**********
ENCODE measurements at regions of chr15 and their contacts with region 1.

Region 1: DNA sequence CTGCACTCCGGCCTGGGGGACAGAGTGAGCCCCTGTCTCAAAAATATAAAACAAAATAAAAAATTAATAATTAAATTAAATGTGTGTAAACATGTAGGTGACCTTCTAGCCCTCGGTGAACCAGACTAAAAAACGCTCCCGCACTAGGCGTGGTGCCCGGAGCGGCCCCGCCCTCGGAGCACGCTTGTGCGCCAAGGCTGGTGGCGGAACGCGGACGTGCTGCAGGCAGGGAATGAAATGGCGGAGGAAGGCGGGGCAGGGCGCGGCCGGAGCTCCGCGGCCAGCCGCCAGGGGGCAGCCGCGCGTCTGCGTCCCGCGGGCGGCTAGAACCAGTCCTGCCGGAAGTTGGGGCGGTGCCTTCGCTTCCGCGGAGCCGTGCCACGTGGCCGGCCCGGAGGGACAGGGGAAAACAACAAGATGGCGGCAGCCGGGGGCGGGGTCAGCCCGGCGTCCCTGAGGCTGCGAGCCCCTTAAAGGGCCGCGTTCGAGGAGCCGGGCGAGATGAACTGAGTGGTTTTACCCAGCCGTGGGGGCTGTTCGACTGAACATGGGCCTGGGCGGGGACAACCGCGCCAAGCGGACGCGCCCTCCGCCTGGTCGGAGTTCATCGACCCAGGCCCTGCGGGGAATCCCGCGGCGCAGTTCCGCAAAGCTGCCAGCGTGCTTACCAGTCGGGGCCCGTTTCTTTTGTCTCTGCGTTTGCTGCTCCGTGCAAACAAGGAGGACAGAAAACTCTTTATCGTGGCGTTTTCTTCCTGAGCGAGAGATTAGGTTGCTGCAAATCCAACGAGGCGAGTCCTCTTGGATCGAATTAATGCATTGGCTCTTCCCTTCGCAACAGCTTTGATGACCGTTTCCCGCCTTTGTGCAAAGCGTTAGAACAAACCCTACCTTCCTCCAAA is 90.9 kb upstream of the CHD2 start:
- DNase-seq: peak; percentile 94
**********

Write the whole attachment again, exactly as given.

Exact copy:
ENCODE measurements at regions of chr15 and their contacts with region 1.

Region 1: DNA sequence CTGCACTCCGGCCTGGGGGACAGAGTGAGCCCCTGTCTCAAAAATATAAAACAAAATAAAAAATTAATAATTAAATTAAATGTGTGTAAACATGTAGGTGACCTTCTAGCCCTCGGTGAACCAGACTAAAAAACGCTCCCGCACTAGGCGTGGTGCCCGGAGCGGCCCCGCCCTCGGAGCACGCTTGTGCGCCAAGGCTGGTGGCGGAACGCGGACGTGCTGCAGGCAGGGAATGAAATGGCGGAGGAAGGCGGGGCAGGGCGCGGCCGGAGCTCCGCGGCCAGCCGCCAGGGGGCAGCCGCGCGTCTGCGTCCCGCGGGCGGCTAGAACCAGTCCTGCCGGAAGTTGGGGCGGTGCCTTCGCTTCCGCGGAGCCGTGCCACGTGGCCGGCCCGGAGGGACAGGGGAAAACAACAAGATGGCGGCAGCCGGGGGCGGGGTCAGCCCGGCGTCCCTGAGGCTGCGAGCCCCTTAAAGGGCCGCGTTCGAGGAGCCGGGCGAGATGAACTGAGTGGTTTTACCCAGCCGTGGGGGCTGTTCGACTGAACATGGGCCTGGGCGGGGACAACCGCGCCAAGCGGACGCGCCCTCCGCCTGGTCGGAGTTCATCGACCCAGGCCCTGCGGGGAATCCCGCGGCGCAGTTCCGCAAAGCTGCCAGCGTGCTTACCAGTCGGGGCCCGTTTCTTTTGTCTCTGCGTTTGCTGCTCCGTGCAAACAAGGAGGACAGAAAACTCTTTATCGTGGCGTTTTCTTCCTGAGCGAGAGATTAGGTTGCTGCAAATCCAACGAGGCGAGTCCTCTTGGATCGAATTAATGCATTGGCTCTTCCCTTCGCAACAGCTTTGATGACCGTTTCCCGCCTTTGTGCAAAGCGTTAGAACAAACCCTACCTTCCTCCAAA is 90.9 kb upstream of the CHD2 start:
- DNase-seq: peak; percentile 94